Three veterinary summer camps will offer youth the first-hand experience of being a veterinarian, giving them an early insight into a potential career field.
A total of 90 junior and high school students will participate in camps at Auburn University’s College of Veterinary Medicine, coordinated in partnership with Auburn’s Office of Professional Continuing Education. The camps are popular, booked months in advance of the deadline. This year’s camps are full and are no applications are being accepted.
Two Senior Veterinary Camps, one for 9th to 11th graders and one for high school seniors will be held June 1-5, and a Junior Veterinary Camp, for 6th to 8th graders will be July 13-17.
All three Veterinary Camps are conducted by veterinary students, faculty, and staff and offered to students interested in the field of veterinary medicine.
Christine Garrett and Jessie Kinman are both third-year veterinary students and Vet Camp student directors. Garrett said that she is excited about the opportunities that the camps offer, and grateful to be involved.
“Vet Camp is a fun filled week of activities, and we try to pack in as much information about veterinary medicine as we can while making the learning process fun,” Garrett said. “Kids get to experience not only the medical side and how veterinarians treat animals, but also the public health aspect of our profession.”
“This summer is going to be fantastic. I can’t wait to meet all of the students,” Kinman said.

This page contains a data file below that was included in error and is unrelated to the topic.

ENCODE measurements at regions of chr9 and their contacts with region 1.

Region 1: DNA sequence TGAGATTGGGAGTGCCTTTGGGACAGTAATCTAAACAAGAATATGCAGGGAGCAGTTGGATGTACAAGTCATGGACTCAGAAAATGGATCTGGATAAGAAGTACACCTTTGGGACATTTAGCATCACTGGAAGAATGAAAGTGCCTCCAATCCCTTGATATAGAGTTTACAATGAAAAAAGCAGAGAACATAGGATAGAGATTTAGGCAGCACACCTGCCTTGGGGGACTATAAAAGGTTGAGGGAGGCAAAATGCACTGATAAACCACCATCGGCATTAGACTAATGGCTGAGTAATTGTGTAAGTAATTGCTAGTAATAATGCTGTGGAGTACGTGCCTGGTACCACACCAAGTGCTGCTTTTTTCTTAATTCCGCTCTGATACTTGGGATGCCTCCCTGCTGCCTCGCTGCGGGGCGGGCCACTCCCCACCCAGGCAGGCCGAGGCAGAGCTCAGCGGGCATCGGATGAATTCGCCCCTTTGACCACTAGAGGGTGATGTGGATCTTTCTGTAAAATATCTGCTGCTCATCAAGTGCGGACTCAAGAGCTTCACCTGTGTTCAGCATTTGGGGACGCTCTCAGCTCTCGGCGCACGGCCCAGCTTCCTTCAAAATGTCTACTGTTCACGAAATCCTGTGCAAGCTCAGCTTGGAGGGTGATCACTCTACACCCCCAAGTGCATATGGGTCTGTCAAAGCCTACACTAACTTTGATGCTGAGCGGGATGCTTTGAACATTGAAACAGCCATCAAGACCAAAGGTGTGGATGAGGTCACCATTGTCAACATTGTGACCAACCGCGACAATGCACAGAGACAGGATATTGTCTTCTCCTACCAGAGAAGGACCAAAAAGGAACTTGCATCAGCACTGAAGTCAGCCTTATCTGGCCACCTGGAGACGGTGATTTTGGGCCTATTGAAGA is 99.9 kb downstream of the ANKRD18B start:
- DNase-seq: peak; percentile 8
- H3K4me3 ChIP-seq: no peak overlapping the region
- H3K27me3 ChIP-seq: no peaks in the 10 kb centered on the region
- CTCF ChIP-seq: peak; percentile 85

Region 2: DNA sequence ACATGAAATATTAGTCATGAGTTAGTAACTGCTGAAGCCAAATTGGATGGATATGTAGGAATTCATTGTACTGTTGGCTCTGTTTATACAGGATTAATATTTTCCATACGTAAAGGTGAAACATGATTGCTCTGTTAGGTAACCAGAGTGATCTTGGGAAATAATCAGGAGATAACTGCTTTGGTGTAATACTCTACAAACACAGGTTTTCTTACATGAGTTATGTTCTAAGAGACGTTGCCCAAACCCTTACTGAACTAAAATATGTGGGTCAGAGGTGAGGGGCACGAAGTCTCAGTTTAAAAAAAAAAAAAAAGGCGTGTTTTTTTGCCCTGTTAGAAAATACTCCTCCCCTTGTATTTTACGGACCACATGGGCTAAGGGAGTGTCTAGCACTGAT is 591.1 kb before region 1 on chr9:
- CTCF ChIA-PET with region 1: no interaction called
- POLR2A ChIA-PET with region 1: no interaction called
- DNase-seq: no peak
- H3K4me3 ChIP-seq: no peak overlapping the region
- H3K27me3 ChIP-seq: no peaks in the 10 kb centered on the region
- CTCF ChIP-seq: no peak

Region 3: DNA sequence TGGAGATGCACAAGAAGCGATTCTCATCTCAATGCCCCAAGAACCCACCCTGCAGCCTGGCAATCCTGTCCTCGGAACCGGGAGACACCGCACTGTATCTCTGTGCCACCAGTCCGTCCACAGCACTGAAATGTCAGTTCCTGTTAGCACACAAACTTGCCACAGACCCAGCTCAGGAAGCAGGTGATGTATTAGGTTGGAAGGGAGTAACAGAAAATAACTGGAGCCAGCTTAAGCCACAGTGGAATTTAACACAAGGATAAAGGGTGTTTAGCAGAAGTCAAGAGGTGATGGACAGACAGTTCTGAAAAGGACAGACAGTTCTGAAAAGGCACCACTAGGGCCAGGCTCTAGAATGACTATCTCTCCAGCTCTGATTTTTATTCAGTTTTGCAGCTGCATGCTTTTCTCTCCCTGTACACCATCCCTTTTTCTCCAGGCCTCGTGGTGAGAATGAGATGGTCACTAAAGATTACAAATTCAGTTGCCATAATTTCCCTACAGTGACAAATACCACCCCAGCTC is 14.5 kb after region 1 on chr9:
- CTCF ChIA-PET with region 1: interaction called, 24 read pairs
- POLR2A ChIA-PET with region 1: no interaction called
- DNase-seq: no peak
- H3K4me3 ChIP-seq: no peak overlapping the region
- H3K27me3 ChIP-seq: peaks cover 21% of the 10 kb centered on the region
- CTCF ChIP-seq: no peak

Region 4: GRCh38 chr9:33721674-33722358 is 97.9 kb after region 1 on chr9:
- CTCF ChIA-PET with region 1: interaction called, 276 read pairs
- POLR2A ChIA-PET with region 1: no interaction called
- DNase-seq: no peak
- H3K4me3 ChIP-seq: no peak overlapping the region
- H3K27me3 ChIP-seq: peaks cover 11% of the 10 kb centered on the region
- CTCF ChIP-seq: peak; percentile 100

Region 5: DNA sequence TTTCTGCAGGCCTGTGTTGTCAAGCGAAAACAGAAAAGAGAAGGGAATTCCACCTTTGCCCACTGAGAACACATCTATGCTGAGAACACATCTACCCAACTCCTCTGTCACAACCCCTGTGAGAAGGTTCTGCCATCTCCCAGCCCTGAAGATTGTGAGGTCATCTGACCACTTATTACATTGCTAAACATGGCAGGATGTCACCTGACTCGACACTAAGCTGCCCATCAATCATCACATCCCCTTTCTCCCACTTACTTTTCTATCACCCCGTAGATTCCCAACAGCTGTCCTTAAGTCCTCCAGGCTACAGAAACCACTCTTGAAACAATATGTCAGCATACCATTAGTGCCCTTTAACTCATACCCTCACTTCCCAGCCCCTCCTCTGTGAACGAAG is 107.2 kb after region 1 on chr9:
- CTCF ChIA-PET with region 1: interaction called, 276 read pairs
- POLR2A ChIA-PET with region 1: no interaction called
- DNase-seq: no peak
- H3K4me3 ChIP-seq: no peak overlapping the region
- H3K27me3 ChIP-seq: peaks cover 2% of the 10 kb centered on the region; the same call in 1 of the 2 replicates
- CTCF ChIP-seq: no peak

Students at all sessions will learn about veterinary medicine first-hand in classrooms, laboratories, and outdoor facilities.
“One of our favorite activities is the physical diagnosis, where we teach the campers to do exams on the
different areas of the body,” Garrett said. “Another exciting lab is surgery, where we intubate, suture, and bandage a ‘canine patient,’ a tube sock filled with rice or a banana.”
Camp participants will also learn about the college’s Southeastern Raptor Center, home of War Eagle VII, Nova, as well as tours of the equine, dairy and beef units. Students will learn about public health, wildlife, anatomy, imaging, and first aid, as well as gain valuable mentoring about veterinary careers.
“Large Animal Day is always a big hit during vet camp,” Kinman said. “The kids are able to interact with our horse herd and learn about coloring and markings, proper grooming, and safety precautions. The students also get to interact with our dairy herd, where they learn haltering, teeth aging, and physical exams.”
“The skills students learn at Vet Camp are not just important for future veterinarians, but also for any current or future pet owners,” Garret said. “We hope they will take at least one thing away from Vet Camp and share it with a parent, family member, or friend.
“It’s never too early to learn about responsible pet ownership and how to care for animals.”
“I love having the opportunity to be a part of this summer program,” Kinman said. “Seeing the excitement all of the students have for veterinary medicine reminds me why I started this wonderful career path.”